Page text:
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Color Genetics Question

post #1 of 7
Thread Starter 
I was just recently thinking about an article I read a long time ago, about a cloned cat. It was (if I'm remembering right) the first cloned cat, and was named Copycat. However, it was a different coloration from the cat it had been cloned from. Something about influences in the womb causing a different coloration? I think the clone was a tabby and the original was not.

At the time, I think I was in middle school. Years later and with a biology/microbiology major in process, I remembered this and am now curious about it.

Does anyone remember this? And/or can anyone explain or direct me to a website that explains the science behind this?
post #2 of 7
I don't remember anything about it, but there is more than one type of cloning.

The one that can't really be done well is reproductive cloning - a complete clone of an animal, with the complete DNA from the original. This has been achieved a few times with horses and cattle, the first and most famous was Dolly the Sheep who was born in 1997. This method of cloning has an extremely low success rate. It involves huge trauma to the egg cell which is used for the transplant of genetic material - the nucleus is removed and the new genetic material injected into it. As a result, most of the egg cells die, Dolly was the 277th attempt to clone a sheep. Animals cloned in this way often have huge problems due to the damage done to the egg cell - growing too large, developing arthritis at an early age, and organ failure. Dolly was euthanised in 2003 due to her ongoing health problems. As far as I know, there has not yet been a completely successful clone of this type, it is still very much an experimental technology and is hugely expensive and most of the experiments have involved agricultural livestock as this is the area in which (should cheap, successful cloning ever come about) most profit could potentially be made, with the patenting of individual creatures.

The more common type of cloning is where rather than transplant the entire DNA, just a small gene sequence is introduced into the egg cell of the 'host'. This sort of genetic engineering could have major applications in medicine (although I do query the motives, as once you have done this you can patent the resulting gene sequence and it can generate a huge profit for a drug company and profit is generally a much larger motivator than welfare!) such as inserting the gene for human insulin into say a corn plant, so that insulin for treatment of diabetes can be grown and harvested cheaply.

So if anyone knows about this Copycat, I would be very interested to read about it! The tabby pattern is controlled by a number of genes, not conditions in the womb, so I would be very interest to find out how that happened - unless the cat was not a full reproductive clone I cannot imagine how it could happen.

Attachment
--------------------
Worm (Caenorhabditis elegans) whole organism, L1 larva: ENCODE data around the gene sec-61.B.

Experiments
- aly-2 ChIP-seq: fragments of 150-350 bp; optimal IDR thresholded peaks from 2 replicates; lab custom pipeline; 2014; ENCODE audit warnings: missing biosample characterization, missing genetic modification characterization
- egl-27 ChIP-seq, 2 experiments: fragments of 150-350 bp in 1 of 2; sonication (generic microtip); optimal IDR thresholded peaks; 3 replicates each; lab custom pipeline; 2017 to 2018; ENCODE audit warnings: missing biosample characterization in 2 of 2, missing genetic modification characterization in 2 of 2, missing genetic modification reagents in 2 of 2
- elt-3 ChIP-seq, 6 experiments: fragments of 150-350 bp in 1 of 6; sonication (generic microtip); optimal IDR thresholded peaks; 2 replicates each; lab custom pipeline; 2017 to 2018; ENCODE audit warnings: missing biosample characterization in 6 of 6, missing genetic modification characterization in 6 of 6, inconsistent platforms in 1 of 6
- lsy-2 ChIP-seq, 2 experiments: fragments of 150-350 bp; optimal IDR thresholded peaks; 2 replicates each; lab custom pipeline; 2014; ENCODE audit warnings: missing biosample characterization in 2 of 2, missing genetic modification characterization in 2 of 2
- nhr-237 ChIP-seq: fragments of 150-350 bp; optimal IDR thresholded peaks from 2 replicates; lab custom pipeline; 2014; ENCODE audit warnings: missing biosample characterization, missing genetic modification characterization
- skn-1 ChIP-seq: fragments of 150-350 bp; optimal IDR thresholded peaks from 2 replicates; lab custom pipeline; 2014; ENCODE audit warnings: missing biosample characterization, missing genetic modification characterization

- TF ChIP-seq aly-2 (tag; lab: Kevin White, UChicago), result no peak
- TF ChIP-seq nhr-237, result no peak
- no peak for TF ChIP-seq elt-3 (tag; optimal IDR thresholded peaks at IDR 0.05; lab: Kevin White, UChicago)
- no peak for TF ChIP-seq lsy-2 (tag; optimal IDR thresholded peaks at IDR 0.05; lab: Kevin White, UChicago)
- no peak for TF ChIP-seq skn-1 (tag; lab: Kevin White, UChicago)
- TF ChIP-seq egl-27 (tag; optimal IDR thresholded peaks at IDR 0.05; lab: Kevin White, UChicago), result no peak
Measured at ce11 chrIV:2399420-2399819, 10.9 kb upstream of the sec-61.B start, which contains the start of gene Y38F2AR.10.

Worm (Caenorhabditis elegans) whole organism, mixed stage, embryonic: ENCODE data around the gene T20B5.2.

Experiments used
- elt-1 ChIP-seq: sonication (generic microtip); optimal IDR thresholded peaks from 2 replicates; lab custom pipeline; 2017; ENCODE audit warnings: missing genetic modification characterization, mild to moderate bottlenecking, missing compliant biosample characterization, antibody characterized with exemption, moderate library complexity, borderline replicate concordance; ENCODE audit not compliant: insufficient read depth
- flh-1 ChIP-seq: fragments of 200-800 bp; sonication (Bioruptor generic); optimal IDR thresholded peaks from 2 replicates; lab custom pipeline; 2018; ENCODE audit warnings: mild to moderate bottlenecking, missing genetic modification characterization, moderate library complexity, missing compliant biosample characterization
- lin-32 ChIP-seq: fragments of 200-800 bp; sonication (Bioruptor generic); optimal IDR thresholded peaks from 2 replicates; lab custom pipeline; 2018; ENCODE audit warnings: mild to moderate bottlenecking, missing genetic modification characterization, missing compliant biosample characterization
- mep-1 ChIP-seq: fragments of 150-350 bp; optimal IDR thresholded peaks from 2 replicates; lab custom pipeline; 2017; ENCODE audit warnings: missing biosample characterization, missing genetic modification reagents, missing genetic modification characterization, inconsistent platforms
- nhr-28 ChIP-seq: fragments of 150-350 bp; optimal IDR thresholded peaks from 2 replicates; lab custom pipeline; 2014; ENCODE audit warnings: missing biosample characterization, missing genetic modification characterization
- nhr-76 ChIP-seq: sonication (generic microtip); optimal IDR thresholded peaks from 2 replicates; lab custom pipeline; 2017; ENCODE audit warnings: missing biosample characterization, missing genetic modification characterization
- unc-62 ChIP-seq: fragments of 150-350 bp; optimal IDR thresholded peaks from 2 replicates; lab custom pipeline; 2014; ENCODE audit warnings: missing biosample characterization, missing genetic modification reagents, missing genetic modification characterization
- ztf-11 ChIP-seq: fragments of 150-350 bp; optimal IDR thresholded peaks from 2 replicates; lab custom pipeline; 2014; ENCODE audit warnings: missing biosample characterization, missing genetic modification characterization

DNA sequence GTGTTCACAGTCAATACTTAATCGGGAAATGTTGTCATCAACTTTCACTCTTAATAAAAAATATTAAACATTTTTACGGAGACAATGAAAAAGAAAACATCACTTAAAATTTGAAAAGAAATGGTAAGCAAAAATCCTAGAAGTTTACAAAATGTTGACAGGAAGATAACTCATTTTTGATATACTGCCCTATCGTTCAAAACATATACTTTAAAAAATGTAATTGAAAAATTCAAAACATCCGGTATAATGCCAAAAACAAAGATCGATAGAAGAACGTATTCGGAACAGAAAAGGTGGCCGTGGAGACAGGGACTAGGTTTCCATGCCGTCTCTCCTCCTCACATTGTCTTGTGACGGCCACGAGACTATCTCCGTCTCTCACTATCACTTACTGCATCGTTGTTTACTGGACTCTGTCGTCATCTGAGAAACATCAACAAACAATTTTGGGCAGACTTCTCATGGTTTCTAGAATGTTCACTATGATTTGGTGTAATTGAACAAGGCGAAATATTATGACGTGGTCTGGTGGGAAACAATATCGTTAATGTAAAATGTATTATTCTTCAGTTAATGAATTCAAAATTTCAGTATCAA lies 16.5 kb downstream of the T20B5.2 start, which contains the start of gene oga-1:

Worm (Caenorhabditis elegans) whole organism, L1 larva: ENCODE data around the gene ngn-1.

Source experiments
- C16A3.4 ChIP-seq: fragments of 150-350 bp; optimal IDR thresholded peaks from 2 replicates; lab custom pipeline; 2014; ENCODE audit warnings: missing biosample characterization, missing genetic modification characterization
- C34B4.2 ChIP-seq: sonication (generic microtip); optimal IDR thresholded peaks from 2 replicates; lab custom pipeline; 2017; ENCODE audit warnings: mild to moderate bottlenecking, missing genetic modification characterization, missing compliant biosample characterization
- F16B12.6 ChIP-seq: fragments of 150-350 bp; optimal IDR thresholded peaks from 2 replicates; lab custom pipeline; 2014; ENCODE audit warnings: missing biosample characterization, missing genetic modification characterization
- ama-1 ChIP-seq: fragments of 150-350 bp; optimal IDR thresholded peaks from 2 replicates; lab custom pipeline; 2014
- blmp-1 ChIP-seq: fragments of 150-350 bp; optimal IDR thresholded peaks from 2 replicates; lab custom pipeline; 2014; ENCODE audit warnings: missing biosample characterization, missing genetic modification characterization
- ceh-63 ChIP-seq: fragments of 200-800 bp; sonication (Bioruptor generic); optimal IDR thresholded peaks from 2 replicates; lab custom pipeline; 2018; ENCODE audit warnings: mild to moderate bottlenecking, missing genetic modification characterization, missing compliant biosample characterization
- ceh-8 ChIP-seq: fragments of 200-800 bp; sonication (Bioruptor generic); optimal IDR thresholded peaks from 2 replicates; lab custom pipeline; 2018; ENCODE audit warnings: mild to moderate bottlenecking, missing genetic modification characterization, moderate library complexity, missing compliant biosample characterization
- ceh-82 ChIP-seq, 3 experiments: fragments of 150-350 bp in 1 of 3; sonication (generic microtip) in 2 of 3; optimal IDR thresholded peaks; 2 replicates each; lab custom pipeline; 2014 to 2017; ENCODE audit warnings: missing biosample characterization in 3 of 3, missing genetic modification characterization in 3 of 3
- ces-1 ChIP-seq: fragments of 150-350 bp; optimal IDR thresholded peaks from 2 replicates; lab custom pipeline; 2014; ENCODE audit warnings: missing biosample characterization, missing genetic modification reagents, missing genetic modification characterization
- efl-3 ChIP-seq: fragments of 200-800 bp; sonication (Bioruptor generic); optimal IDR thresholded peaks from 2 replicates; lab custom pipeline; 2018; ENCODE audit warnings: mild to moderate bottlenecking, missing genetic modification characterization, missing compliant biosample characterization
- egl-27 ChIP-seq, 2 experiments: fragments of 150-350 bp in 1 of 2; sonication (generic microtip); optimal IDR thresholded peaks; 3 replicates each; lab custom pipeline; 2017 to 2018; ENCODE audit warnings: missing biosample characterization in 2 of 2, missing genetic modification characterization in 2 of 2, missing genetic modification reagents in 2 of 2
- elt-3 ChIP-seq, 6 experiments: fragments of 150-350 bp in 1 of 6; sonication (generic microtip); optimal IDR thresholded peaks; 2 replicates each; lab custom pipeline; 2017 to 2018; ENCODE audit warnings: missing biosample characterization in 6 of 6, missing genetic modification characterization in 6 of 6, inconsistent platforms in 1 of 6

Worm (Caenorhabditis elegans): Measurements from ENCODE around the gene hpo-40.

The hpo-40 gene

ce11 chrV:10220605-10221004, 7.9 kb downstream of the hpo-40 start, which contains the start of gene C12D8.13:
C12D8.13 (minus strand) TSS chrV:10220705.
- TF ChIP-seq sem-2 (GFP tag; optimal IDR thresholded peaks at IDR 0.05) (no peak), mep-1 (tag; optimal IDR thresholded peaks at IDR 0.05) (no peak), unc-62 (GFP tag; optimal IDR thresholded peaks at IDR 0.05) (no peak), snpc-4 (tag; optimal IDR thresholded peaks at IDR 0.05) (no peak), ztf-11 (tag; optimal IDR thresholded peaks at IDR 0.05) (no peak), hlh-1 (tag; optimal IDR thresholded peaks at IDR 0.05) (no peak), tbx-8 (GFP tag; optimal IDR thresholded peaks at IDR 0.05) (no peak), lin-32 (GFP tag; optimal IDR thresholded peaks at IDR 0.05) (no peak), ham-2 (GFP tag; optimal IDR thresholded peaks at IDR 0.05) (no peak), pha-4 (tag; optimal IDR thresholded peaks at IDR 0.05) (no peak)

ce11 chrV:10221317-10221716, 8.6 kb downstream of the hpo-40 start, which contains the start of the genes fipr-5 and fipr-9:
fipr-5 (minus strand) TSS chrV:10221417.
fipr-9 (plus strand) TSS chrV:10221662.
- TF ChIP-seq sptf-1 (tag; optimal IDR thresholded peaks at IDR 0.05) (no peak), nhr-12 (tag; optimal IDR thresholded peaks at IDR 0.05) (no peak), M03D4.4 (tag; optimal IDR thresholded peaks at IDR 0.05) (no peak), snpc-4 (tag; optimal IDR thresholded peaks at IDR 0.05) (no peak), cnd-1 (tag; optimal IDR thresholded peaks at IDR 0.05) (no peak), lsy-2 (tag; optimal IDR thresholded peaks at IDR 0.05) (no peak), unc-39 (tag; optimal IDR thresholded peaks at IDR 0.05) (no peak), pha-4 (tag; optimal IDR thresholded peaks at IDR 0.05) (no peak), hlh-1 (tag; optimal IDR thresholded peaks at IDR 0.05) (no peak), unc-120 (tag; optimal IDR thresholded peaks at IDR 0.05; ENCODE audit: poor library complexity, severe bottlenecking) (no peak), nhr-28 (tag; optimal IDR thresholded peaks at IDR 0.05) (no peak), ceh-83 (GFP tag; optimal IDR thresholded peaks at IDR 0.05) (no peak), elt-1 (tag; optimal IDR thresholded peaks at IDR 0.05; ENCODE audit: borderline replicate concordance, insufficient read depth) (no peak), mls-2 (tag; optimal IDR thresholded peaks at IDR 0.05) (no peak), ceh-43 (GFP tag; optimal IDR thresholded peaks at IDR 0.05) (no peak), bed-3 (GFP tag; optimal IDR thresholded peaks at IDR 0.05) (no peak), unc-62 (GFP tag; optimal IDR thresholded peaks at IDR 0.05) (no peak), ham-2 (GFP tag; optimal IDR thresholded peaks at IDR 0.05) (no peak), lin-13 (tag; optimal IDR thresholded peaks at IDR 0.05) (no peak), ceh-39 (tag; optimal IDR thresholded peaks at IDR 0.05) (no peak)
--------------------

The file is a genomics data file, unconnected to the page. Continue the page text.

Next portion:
post #3 of 7
I just read an article about Copycat giving birth. So yes I have heard of Copycat.


that is just one link of many news article from a google search.
post #4 of 7
Cheers, I don't think my google search was specific enough
post #5 of 7
We taught about Cc in my genetics class so I can give you a quick explanation.

Cc's cloned mom Rainbow is a calico, as is Cc herself. The two look different because one of the genes that affects color in a calico is located on the X chromosome. Since males have one X chromosome, while females have two, one chromosome is randomly inactivated in females during their development in the womb.

In calicos, one X allows for black coloration, and another for orange. So depending on which X is inactivated, you will get a patch of black, or a patch of orange. The inactivation takes place fairly early on, so that one area of the body will be black, and another orange.

Since its a "random" process (I'm sure there are lots of little factors that determine which one is done) Cc and her mom, despite being genetically identical, physically look different.
post #6 of 7

I didn't know the background to this case, but if they are both calico that explanation would be spot on (if you'll excuse the pun!)

One thing I haven't been able to find out is the stage when X-inactivation occurs in cats, do you know whether this has been determined yet? I know in mice it's at the 2 cell stage, and the best I've been able to come up with is that it's later than that for cats, but not by much!
post #7 of 7
Thread Starter 
Ohhhh! Okay, that makes perfect sense. I learned about X-Inactivation last quarter, actually. Thinking she was a tabby while the mother was something else was baffling. Two calicos with different patterns is different. X-inactivation makes most female mammals mosaic. Each originating cell inactivates an X at random, so clone or not it would be pretty much impossible to ever get two identical calicos. I wonder, then, why they chose a calico to clone? Unless perhaps they were studying X-mosaics. I know you can see it on people too, since there is a gene for sweat glands that is on the X-chromosome. Women who get the rare gene for no sweat cells will have patches of skin with and patches without.

Another random fact about mosaicism for anyone who finds it interesting ... in most mammals inactivation is random. In marsupials, all cells inactivate the father's X, so female Wombats--for example--are not mosaic.
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